We read with interest the evidence presented by Daneshkhah et al. [1] for a potential relationship between vitamin D deficiency and unregulated cytokine release leading to complications in COVID-19 patients. Their analysis of mean 25-OH-D levels of older adults in countries with similar testing strategies may suggest a role of vitamin D in reducing the adaptive average of time-adjusted case mortality ratio. A significant limitation, perhaps, is the use of historical vitamin D levels in their meta-analysis.

Our recently published prospective cohort study in the United Kingdom assessed the importance of vitamin D deficiency in older patients with COVID-19 [2]. Although our study was underpowered to detect a mortality difference between deficient and replete groups, the significant findings were that patients with lower concentrations of 25OH-D (≤ 30 nmol/l) at the time of acute infection demonstrated clinically relevant, elevated markers of cytokine release syndrome and were more likely to become hypoxic and require ventilatory support. Our data compliment emerging evidence that vitamin D status may be a surrogate prognosticator for morbidity and mortality [3].

The relationship between vitamin D deficiency and adverse prognosis has been suggested by mortality and hospitalisation rates for COVID-19 seen to be higher in northern latitude countries compared to those closer to the equator [4]. Institutionalised older adults are inherently at risk of vitamin D deficiency as a result of a lack of sun exposure and dietary insufficiency and may have worse outcomes with COVID-19. There is also growing concern that the Black, Asian and Minority Ethnic (BAME) community, who produce less vitamin D as a result of higher skin melanin content, are more susceptible to severe presentations of COVID-19.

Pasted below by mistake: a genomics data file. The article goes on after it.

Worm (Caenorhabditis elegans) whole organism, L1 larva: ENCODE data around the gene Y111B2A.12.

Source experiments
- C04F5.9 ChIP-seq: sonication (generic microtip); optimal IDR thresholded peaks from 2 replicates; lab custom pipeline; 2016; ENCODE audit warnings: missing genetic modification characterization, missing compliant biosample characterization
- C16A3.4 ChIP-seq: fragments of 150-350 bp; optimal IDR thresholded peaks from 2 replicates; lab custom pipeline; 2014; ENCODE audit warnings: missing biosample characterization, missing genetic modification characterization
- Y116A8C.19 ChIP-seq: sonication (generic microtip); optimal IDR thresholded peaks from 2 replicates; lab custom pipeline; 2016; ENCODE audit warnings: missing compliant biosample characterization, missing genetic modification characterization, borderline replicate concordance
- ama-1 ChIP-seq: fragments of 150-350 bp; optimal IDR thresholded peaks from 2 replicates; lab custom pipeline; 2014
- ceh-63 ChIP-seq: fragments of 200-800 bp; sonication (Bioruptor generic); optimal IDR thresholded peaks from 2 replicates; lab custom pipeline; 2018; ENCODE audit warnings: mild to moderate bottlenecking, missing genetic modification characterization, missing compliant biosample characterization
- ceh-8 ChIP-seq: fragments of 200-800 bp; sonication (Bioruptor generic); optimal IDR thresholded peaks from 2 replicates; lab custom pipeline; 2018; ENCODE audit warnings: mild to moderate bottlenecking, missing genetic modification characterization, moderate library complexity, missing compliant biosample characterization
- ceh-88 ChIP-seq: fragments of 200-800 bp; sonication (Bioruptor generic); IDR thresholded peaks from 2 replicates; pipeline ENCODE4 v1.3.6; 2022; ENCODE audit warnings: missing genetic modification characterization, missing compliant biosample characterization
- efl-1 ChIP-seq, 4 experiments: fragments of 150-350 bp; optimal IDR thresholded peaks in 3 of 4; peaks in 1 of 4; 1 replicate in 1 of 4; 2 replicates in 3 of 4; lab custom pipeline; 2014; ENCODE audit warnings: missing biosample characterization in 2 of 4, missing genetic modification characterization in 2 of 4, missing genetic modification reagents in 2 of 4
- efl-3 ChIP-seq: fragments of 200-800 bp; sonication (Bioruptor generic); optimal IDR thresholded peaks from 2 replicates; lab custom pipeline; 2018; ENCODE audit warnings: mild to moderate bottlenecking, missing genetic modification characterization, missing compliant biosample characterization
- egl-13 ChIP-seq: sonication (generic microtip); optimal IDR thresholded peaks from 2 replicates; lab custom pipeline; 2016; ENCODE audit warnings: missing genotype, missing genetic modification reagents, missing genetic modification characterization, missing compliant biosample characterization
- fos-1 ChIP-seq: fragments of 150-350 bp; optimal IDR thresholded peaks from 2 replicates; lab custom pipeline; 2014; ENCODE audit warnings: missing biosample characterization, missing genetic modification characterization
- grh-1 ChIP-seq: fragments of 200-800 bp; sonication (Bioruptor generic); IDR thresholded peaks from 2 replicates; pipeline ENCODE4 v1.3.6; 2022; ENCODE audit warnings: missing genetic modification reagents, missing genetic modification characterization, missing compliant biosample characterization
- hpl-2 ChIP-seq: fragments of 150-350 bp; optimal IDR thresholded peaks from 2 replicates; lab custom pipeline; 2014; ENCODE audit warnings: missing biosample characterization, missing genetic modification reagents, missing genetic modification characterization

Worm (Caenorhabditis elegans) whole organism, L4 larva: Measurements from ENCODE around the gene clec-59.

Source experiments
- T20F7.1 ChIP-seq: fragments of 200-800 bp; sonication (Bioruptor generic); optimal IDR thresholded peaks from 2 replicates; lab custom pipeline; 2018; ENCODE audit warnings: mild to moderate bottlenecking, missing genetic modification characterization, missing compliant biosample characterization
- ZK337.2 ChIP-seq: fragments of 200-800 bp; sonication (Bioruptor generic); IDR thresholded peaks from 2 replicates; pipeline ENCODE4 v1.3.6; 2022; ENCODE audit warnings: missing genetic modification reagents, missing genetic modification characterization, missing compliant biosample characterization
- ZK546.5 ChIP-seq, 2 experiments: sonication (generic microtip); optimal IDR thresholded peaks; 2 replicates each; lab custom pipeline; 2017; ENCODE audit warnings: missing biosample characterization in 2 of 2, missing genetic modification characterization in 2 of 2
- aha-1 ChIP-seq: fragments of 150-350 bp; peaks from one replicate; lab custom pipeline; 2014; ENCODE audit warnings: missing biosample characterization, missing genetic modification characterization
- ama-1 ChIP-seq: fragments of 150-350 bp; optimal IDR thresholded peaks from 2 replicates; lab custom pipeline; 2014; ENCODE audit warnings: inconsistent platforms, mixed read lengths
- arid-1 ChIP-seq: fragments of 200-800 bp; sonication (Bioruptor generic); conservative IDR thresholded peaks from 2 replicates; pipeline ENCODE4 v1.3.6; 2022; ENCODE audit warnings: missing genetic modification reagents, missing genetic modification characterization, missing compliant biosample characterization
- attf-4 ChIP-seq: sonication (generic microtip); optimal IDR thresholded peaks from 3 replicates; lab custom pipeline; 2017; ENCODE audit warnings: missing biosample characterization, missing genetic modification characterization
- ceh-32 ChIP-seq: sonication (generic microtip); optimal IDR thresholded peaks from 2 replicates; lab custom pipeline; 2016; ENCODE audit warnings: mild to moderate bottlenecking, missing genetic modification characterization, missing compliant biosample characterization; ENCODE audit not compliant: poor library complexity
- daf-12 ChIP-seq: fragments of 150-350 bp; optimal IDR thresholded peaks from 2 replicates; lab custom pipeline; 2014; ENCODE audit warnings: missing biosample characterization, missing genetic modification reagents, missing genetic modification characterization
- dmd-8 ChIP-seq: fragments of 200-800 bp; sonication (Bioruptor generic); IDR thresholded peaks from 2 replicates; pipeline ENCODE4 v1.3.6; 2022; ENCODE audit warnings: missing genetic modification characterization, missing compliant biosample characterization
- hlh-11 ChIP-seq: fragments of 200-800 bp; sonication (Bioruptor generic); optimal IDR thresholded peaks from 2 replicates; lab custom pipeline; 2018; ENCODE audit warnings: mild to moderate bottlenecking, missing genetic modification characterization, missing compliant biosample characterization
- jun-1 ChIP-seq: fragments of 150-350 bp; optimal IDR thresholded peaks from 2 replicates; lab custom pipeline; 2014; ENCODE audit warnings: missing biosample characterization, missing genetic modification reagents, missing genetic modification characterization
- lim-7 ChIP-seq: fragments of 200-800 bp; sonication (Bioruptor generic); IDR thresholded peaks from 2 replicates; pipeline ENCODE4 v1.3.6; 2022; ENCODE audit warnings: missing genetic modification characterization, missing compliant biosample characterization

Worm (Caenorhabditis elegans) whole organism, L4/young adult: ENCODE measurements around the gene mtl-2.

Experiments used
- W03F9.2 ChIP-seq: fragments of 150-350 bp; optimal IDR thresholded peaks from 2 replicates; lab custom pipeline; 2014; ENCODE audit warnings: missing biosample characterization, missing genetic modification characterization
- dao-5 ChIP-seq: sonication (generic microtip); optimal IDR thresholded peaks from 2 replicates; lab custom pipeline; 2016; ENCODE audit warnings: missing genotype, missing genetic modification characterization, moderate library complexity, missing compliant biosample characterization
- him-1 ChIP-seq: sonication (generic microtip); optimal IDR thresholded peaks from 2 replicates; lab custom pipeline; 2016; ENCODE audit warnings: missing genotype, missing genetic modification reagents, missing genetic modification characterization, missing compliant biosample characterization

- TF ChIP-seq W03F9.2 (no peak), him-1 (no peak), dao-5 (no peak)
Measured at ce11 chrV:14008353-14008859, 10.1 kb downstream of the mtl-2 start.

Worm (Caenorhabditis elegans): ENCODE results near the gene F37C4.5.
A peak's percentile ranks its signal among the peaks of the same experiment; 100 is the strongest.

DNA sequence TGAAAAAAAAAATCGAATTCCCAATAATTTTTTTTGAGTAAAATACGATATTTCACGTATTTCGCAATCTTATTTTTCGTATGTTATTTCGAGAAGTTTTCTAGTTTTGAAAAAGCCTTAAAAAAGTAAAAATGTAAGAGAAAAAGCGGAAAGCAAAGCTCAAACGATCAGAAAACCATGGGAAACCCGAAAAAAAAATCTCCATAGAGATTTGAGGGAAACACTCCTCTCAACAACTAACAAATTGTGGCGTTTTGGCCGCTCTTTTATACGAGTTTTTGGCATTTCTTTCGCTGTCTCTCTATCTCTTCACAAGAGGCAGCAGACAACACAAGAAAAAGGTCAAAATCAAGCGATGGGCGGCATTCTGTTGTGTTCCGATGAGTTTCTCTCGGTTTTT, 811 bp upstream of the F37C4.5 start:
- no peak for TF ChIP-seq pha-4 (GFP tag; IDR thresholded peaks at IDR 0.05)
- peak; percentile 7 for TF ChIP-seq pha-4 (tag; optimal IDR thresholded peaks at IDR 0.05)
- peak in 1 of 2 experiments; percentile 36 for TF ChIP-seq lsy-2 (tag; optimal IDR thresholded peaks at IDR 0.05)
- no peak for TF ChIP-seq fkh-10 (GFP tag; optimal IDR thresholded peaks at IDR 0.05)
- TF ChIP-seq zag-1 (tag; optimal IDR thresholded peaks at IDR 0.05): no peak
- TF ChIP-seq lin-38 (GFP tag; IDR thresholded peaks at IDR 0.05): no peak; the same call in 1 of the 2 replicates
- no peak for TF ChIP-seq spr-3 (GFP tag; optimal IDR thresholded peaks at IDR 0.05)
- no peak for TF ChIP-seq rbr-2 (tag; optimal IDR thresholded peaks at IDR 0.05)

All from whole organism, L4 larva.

It is established that there is a complex interplay between vitamin D and various components of the innate (enhancement) and adaptive (inhibition) immune responses to both bacterial and viral infections. In addition to anti-inflammatory properties, vitamin D exerts a protective effect on alveolar epithelial cells, preserves endothelial integrity and reduces vascular permeability. Vitamin D also induces expression of ACE-2. While increased ACE-2 expression was initially predicted to amplify infection risk and severity, paradoxically, ACE-2 has also been shown to protect against acute lung injury [5]. Disruption of any of these defensive mechanisms may explain the association between vitamin D deficiency and requirement of ventilatory support in our cohort—whether this represents a causal relationship is unclear.

Regardless of the aetiology, vitamin D deficiency is readably diagnosable and correctable. On the basis of this reasoning and pending results of trials evaluating vitamin D supplementation and appropriate dosing within the context of COVID-19, efforts to achieve reference nutrient intakes of vitamin D according to national guidelines should be encouraged.